The BioRuby project is part of the Open Bioinformatics Foundation, which hosts the project website and mailing list, and organizes the annual Bioinformatics Open Source Conference together with the other Bio* projects. A number of BioRuby features support Bio* cross-project standards, such as the BioSQL relational model for interoperable storage of certain data objects or their implementation is coordinated across the Bio* projects, including support for the FASTQ (Cock et al., 2010) and phyloXML (Han and Zmasek, 2009) data exchange formats.
BioRuby covers a wide range of functional areas which have been logically divided into separate modules (Table 1).
BioRuby allows accessing a comprehensive range of public bioinformatics resources. For example, BioRuby supports the Open Biological Database Access (ODBA) as a generic and standardized way of accessing biological data sources. In addition, BioRuby can directly process local database files in a variety of different flat file formats, including FASTA, FASTQ (Fig. 2), GenBank and PDB. BioRuby also allows querying and accessing remote online resources through their interfaces for programmatic access, such as those provided by KEGG, the DNA Databank of Japan (DDBJ), the National Center for Biotechnology Information (NCBI) and the European Bioinformatics Institute (EBI).
BioRuby has online documentation, tutorials and code examples. It is straightforward to get started with BioRuby and use it to replace, or glue together, legacy shell scripts or to mix Ruby on Rails into an existing web application.
BioRuby comes with an interactive environment, both for the command-line shell and in the browser. Ideas can be quickly prototyped in the interactive environment and can be saved as ‘scripts’ for later use. Such an interactive environment has shown to be especially useful for bioinformatics training and teaching (Fig. 1).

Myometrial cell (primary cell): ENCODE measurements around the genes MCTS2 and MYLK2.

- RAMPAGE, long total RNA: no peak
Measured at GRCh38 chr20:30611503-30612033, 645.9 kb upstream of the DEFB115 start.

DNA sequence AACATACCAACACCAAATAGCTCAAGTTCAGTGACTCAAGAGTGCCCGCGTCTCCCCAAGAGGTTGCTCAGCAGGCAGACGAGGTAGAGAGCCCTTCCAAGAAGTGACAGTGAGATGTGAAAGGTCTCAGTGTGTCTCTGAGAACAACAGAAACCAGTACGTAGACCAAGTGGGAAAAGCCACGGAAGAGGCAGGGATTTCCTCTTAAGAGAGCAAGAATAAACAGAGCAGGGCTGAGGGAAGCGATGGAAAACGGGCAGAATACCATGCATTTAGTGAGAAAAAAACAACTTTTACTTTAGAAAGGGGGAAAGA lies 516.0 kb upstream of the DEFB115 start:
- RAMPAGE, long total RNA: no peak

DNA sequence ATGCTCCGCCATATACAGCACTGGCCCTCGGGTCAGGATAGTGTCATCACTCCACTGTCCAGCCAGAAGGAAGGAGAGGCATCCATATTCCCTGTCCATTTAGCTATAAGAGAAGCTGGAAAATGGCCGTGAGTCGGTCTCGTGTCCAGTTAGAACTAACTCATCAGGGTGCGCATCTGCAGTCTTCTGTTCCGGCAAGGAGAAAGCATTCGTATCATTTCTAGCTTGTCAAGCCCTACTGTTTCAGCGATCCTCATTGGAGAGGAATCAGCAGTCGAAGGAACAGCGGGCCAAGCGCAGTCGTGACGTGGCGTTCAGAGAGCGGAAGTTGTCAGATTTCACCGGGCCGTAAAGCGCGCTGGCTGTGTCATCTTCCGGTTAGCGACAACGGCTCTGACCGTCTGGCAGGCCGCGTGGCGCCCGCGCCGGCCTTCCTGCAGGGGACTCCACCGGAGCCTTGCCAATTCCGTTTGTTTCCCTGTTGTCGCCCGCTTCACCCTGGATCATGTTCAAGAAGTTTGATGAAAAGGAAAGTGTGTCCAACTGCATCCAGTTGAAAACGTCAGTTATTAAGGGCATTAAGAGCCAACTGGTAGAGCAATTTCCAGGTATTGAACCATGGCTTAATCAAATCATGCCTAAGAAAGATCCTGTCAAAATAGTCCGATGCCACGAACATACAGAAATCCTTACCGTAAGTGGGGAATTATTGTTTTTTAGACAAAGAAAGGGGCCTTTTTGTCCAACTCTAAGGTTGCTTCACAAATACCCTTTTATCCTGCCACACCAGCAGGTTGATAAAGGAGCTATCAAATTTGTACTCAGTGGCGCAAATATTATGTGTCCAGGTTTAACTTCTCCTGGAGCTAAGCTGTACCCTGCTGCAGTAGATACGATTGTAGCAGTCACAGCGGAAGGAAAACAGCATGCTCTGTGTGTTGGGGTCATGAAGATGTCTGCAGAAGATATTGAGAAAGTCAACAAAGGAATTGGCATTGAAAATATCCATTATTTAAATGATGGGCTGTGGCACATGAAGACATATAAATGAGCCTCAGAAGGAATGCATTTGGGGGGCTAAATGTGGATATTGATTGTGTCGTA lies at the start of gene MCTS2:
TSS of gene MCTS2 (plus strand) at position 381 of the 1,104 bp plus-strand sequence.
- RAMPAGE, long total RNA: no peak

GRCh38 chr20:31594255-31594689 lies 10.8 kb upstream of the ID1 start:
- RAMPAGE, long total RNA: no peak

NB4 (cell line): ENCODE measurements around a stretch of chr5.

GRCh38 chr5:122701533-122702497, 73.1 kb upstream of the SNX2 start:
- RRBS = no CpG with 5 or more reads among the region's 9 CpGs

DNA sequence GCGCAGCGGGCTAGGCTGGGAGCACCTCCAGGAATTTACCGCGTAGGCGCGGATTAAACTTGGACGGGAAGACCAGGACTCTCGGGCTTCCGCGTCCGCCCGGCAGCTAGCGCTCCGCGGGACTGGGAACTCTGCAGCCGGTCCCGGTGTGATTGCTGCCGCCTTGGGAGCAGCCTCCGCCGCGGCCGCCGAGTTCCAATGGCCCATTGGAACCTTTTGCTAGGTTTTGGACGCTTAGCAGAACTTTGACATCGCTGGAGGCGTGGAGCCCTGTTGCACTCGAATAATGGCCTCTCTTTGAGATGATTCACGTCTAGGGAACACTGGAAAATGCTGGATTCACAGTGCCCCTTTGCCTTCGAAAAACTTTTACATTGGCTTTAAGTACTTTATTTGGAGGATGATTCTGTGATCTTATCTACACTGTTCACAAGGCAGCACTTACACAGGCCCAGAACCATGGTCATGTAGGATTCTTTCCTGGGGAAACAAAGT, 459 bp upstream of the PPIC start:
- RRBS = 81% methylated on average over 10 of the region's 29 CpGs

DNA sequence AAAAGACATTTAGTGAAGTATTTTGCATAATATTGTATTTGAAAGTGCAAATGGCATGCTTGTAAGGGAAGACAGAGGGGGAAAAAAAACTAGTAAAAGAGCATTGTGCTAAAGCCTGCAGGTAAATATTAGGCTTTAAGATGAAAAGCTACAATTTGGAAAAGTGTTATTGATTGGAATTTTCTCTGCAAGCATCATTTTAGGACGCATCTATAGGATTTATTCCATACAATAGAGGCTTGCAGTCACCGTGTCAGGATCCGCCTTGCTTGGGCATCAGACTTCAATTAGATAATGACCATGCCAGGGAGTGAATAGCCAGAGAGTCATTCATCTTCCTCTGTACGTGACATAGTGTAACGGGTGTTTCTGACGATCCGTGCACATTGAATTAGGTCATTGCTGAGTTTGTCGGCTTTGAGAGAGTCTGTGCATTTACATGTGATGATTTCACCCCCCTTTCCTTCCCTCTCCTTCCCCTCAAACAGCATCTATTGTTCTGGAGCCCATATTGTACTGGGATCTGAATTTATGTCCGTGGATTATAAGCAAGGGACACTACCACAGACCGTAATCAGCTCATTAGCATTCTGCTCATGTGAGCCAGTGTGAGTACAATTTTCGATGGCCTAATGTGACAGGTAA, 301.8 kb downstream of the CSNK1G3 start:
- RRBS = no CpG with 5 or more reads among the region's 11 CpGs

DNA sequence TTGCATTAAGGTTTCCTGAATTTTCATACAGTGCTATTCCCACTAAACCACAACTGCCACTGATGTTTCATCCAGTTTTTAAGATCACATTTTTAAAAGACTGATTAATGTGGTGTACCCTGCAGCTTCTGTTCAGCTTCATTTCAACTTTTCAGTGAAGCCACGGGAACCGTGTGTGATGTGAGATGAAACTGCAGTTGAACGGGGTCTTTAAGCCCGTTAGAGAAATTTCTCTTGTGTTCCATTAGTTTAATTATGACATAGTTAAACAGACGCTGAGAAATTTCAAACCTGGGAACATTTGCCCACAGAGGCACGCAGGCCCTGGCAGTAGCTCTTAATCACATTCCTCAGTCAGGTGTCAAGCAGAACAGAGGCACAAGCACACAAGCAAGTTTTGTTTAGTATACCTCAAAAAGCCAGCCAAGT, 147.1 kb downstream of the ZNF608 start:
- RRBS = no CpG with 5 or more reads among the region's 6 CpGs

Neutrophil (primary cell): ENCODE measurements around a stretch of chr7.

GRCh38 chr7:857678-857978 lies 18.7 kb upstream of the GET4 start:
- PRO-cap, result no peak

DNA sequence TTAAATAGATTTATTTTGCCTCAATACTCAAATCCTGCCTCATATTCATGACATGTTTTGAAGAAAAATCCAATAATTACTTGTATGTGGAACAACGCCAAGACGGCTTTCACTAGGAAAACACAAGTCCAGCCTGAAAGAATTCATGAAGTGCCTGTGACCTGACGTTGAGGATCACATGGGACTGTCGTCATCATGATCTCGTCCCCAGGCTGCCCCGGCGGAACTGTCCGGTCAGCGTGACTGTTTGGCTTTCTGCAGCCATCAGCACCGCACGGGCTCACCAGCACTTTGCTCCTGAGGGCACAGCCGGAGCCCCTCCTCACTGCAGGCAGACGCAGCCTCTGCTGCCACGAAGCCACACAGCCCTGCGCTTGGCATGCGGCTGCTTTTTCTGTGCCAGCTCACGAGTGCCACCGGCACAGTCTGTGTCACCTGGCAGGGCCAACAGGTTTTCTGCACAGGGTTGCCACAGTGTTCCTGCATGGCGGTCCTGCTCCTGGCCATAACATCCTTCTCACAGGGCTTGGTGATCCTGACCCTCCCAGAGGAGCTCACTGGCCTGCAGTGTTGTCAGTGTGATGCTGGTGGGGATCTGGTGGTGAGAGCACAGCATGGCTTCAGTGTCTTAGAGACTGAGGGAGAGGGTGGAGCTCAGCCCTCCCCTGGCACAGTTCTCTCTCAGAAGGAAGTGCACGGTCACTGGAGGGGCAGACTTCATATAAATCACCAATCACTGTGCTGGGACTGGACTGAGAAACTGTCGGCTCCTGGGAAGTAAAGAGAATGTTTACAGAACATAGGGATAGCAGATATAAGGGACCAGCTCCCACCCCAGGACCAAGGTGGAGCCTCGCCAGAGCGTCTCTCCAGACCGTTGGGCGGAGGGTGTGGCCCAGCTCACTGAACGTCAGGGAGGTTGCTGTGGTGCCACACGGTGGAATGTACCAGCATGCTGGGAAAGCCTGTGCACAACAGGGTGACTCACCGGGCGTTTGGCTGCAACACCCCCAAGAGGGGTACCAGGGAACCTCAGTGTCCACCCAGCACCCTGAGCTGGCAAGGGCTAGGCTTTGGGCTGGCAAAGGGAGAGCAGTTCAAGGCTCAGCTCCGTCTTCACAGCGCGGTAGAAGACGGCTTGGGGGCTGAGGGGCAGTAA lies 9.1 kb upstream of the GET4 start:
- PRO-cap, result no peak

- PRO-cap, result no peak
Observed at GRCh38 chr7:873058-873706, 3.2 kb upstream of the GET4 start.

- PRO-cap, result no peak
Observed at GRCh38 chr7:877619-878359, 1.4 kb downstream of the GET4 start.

New features, and refinements of existing ones, are constantly being added to the BioRuby code base. Current development activity focuses on adding support for the semantic web, and on designing a plugin system that allows adding entirely new components in a loosely coupled manner, such that experimental new code can be developed without having an impact on BioRuby's core stability and portability.
The BioRuby software toolkit provides a broad range of functionality for molecular biology and easy access to bioinformatics resources. BioRuby is written in Ruby, a dynamic programming language with a focus on simplicity and productivity, which targets all popular operating systems and the JVM. The BioRuby project is an international and vibrant collaborative software initiative that delivers life science programming resources for those researchers who want to benefit from the productivity features of the Ruby language, as well as from the larger Ruby ecosystem of reusable open source components.
All individual contributors are credited on the BioRuby website. We thank Hilmar Lapp and Chris Fields for comments and review of the manuscript.
Funding: Information-technology Promotion Agency Japan (IPA); Database Center for Life Science (DBCLS) Japan; Human Genome Center, Institute of Medical Science, University of Tokyo; Open Bioinformatics Foundation (OBF); the National Evolutionary Synthesis Center (NESCent); Google Summer of Code for ongoing support.
Conflict of Interest: none declared.